The Roar

What’s Your Story: Cynthia Luyindula

Cynthia Luyindula moved from the Dominican Republic of Congo, to Illinois, and finally Maine, driven by her passion to learn.

Taylor Wildes, Staff Writer

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To many, a star is simply known as something that is seen in the sky every night. The stars, the bright shiny, twinkling dots that help light up the atmosphere above us. For Cynthia Luyindula, however, a star brings up a different meaning: a memory from a past place she grew up in.

Luyindula grew up in Kinshasa in the Dominican Republic of Congo in Africa. “Etoile” is what she knows a star as– a word derived from French. Etoile was the way her hair had to be braided at her school back in the Congo, in the shape of a star.

In July, Luyindula, a junior at Biddeford High School, moved from Illinois to here in Maine for reasons all beneficial to her and her family, but the place she truly calls home is back in the Dominican Republic of Congo in Africa.

Family is something she values a lot. She says she tries to learn new words in languages to be able to communicate with her family members who speak different languages. She also calls her siblings her best friends.

“She is very kind but she is also very quiet,” Luyindula’s brother, Eunice Ndiwulu said.

Luyindula may keep to herself, but once she gets to talking, she has a story to tell, one that involves long distances traveled.

“When I was a kid, I was always telling my parents I want to live where people speak English,” Luyindula said.

Her and her family got the chance to make Luyindula’s dream come true when her dad made the decision to move to the United States.

Luyindula enjoys learning new languages, aside from her main languages English and French, she tries to learn new words in different languages including Portuguese, Lingala, Latin, and is currently attempting to learn some Korean.

“I am just interested in languages,” Luyindula said.

Luyindula enjoys learning new languages this way and says she never watches movies in a language she already knows.

“I just like to learn,” said Luyindula. “Right now I always watch movies in Korean.”

Compared to schools here in the US, the Congo is very different.

“There was no multiple choice; you could not retake the test if you fail either.” Luyindula said.

Showing up late to class or not following dress code would result in you being sent home for the rest of the day.

Along with their hair having to be braided in an “etoile,” they also were required to wear certain color and length clothing.

All schools in the Congo are private and have strict rules.

“I was at a Catholic school,” said Luyindula.  It wasn’t that expensive it was around $250, but people in Africa don’t have a lot of money like people do here, so for a lot of people it was expensive.”

Luyindula’s school in the Congo would be in session Monday through Saturday from 7:00 a.m to 12:15 p.m.  At first, the transition to our schools longer days was hard for her, but she got used to it.

But what she didn’t get used to was the lack of closeness in our communities compared to her home back in the Congo.

Luyindula especially misses the sense of togetherness throughout in the Congo’s apartment buildings.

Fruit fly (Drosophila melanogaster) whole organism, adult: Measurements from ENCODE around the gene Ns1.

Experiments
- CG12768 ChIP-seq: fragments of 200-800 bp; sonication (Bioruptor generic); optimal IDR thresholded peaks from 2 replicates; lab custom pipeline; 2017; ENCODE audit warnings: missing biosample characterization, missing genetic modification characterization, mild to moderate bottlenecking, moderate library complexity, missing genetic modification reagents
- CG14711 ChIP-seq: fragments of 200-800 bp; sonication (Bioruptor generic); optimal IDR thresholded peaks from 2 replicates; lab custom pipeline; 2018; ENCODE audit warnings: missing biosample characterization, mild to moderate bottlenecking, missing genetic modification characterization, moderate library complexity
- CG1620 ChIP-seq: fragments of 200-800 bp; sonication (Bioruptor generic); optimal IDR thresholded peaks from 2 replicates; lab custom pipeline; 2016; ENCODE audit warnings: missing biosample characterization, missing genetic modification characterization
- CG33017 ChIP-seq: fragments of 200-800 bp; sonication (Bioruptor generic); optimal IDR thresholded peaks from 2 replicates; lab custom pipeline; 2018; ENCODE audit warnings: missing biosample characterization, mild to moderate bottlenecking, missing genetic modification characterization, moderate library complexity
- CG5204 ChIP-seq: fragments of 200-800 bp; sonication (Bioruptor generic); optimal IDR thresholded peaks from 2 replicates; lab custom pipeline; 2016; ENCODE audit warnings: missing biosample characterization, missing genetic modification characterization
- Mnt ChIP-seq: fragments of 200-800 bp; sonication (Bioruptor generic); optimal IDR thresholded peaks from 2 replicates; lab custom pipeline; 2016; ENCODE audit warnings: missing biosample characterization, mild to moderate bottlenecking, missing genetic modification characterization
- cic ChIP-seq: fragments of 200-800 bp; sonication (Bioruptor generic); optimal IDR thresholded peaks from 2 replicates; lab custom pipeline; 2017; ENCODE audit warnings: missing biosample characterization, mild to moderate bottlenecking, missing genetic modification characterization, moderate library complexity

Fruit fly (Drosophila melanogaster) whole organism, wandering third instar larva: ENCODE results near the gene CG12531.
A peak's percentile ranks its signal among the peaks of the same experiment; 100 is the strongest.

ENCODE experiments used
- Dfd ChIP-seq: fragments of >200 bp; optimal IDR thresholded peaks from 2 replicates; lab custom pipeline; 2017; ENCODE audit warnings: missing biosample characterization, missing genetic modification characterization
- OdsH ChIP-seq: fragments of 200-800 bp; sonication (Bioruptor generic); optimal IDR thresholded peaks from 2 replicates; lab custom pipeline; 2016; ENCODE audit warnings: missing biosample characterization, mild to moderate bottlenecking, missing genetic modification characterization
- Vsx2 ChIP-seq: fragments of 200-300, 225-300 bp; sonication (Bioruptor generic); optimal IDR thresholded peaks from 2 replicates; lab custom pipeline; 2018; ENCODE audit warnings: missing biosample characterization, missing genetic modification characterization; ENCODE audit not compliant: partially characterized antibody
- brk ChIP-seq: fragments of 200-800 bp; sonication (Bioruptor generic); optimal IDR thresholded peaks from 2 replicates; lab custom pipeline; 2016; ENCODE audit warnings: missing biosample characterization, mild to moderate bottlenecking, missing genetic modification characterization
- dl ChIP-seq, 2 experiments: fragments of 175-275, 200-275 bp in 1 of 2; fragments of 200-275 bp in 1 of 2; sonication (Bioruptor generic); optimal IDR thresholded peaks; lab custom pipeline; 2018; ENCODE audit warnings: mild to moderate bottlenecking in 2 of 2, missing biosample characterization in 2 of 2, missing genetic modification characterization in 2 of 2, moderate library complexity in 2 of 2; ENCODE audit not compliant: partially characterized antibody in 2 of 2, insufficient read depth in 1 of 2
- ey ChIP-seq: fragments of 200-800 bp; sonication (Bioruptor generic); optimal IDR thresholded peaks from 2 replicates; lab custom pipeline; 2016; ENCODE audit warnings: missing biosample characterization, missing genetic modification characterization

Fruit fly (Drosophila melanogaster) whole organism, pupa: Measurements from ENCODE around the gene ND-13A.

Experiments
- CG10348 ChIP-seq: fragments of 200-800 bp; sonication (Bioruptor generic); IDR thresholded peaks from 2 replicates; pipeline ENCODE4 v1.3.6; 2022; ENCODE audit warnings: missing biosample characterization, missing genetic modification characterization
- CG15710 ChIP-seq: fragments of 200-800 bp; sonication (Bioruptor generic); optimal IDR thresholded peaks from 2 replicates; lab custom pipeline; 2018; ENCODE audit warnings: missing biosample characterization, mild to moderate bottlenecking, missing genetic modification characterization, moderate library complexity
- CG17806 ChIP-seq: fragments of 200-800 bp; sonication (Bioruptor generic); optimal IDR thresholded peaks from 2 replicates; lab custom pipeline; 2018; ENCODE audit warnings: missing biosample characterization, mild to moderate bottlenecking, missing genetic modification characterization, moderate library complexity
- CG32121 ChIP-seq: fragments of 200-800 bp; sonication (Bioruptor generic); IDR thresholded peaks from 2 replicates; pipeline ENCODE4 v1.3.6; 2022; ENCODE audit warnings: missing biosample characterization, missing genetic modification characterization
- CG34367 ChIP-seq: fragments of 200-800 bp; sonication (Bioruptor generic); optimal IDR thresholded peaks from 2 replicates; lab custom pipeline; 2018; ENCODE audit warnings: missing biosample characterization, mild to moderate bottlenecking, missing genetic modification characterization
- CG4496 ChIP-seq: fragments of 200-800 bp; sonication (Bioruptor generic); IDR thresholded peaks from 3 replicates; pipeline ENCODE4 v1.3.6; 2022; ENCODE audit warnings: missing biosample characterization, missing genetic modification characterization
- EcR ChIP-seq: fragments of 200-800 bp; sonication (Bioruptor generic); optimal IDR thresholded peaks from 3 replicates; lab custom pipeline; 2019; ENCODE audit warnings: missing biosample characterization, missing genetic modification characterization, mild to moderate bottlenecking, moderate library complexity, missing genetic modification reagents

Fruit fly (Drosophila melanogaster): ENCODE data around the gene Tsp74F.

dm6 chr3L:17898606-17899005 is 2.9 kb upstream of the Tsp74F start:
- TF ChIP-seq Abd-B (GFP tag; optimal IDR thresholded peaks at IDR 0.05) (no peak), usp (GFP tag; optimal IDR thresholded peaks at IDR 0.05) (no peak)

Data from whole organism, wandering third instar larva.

“That is like your family (the other residents), sometimes when your mom cooks you can share the food with the others, and sometimes when the others cook they give you food,” said Luyindula.” “That doesn’t really happen here.”

Luyindula lived in Illinois for about a year and a half. This past summer her and her family moved here to Biddeford Maine. A decision Luyindula said was influenced by inhabitants of Maine.

“My dads friends live here, and they told him Maine is beautiful,” Luyindula said.

Luyindula says the atmosphere and environment at Biddeford High School is very different compared to the school she previously came from in Illinois, which had a lot of fights and was not as clean.

“Everybody is nice here and nobody is bullying people,” Luyindula said.

Luyindula especially enjoys the students and teachers at the school.

“There is a lot of great teachers here (BHS),” said Luyindula. “All the students are hard working, they’re nice,  and they care about each other and support each other.”

In the Congo, there was a limited selection of classes to choose from. Luyindula now enjoys painting within her schedule, but when she lived in the Congo she was unable to. She would have had to pay to attend a separate school for painting and the arts called, “Academie de beaux art.”

“When I was in elementary school I was always drawing in my notebook; it made me happy when I was doing it,” Luyindula said.

At her school in the Congo, she was taking only the basic classes like, English, Biology Chemistry, Math, Gym, and Health.

In the Congo, the classes students choose are geared towards their career in the future. At the time, Luyindula wanted to be a journalist, but once she moved to Illinois,when she was 17, she found a passion for a different career.

“I really like science and human body, I’m just curious,” Luyindula said.

When her mom ended up in the hospital Luyindula saw a career of which she wanted to pursue. A career that involved her love for science and the human body, nursing.

“I saw that nurses are really nice people; they were nice to everyone,” said Luyindula. I just liked it; they were really taking good care of my mom.”

Luyindula, as a senior at BHS, has applied to Southern Maine Community College and–if accepted-plans to pursue to get a degree with something in the nursing career.

Her passion to learn is put in a simple motto that helps her succeed.

“When you like something enough, even if it is hard it’ll make it easier for you to learn quickly.”

 

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What’s Your Story: Cynthia Luyindula